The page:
The International Space Station crew is safe right now. I just wanted to clear that up at the beginning.

So, what happened? An alarm went off in the pre-dawn hours this morning that can indicate an ammonia leak. Increased pressure was noted in the station’s water loop for thermal control system B. Then, flight controllers on the ground saw what appeared to be an increase in cabin pressure.

“We saw an increase in water loop pressure, then later saw a cabin-pressure increase that could be indicative of an ammonia leak in the worst case scenario, so we protected for the worst case scenario and isolated the crew is the Russian segment of the space station while the teams are evaluating the situation,” NASA spokesman Bob Jacobs said.

Officials on the ground and the Expedition 42 crew erred on the side of caution and began evacuating.

The Expedition 42 crew donned masks and sealed themselves in the Russian segment of the station. No ammonia was detected in the Russian side of the station and the crew took their masks off.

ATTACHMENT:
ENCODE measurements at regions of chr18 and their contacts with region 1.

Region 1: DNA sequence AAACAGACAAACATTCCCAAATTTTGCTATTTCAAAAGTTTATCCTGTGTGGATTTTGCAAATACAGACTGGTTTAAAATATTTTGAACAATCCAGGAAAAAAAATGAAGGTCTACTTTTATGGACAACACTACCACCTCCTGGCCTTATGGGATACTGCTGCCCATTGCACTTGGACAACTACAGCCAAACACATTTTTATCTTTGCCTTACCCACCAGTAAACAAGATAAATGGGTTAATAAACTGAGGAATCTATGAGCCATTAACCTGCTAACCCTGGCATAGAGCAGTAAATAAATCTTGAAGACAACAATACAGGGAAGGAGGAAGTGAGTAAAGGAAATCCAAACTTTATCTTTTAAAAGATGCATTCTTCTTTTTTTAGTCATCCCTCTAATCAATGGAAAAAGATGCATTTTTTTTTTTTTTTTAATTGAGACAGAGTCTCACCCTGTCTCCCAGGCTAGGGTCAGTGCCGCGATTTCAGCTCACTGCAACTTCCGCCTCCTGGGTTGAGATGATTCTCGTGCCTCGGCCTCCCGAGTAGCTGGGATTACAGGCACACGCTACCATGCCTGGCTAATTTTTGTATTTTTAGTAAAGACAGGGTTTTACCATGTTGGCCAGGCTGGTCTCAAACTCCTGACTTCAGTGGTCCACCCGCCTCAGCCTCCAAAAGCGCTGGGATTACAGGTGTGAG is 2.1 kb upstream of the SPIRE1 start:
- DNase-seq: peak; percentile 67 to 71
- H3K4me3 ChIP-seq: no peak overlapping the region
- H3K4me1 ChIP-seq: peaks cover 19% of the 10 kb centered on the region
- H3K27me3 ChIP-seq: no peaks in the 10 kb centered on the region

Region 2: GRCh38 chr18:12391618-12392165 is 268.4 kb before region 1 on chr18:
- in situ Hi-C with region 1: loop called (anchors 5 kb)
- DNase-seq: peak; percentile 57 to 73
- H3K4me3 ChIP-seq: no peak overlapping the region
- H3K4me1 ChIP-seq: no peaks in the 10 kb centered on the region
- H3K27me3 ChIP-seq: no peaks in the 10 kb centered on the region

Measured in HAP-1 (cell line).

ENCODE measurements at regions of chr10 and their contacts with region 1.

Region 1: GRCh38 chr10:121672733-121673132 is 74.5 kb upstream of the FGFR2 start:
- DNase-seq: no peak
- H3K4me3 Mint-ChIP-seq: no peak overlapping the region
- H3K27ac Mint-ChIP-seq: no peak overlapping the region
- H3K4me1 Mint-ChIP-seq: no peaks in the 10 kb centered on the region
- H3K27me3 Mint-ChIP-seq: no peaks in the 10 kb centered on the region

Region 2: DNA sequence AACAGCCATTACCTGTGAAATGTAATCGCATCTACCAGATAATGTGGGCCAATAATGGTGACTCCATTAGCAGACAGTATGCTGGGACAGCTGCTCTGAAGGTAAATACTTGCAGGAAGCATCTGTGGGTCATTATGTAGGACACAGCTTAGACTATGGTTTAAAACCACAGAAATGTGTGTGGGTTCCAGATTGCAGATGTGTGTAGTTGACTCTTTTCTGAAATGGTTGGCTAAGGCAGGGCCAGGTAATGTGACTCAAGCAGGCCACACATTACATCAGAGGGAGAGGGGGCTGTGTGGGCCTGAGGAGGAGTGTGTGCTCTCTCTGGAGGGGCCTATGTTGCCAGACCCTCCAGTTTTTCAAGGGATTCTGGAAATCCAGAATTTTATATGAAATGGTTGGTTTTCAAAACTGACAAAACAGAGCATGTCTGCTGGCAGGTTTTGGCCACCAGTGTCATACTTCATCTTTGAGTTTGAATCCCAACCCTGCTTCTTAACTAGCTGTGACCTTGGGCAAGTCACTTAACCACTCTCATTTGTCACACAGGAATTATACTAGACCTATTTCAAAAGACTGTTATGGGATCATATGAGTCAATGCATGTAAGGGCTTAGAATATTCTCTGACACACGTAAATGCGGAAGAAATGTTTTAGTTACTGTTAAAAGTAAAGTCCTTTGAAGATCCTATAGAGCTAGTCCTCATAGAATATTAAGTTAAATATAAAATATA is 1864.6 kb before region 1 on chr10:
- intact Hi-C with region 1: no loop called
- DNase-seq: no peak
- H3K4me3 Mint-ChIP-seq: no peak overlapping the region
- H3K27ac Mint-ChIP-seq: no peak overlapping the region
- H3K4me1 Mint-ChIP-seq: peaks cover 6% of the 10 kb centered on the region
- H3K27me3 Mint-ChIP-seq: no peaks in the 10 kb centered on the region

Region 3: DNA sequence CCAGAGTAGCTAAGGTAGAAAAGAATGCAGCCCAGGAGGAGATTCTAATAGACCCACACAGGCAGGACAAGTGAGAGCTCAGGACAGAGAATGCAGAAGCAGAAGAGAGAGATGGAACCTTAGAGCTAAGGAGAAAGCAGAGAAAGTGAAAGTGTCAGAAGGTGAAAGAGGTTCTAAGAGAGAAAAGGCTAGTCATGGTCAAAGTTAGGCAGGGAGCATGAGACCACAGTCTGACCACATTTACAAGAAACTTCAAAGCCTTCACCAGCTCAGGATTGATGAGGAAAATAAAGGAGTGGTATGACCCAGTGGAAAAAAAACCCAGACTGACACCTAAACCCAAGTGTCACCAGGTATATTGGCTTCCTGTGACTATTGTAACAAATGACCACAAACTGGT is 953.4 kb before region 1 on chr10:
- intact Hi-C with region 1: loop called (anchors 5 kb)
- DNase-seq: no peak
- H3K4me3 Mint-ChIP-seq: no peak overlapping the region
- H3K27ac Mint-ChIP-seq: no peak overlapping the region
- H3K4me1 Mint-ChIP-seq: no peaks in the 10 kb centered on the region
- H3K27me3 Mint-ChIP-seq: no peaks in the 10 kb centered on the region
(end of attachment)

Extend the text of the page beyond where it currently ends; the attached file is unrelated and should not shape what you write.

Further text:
Officials at Mission Control in Houston continue to pour over data. But at this point, it’s likely the spike in pressure was due to a faulty sensor or computer relay. Officials believe no ammonia was leaked into the station’s atmosphere.

NASA officials will be triple checking everything. All indicators are pointing to a faulty reading. Let’s hope it stays that way.

Astronaut Chris Hadfield has been talking about the situation all morning on Twitter. He says an ammonia leak is one of the most practiced scenarios for ISS crewmembers.

One Juno Orbital Flyby Of Jupiter Down, 35 To Go

Space Station manager Mike Suffredini will talk more about this morning’s alarm at 11 am ET on NASA TV.

Follow News Ledge

This post may contain affiliate links, which means we receive a commission if you make a purchase using one of the affiliated links.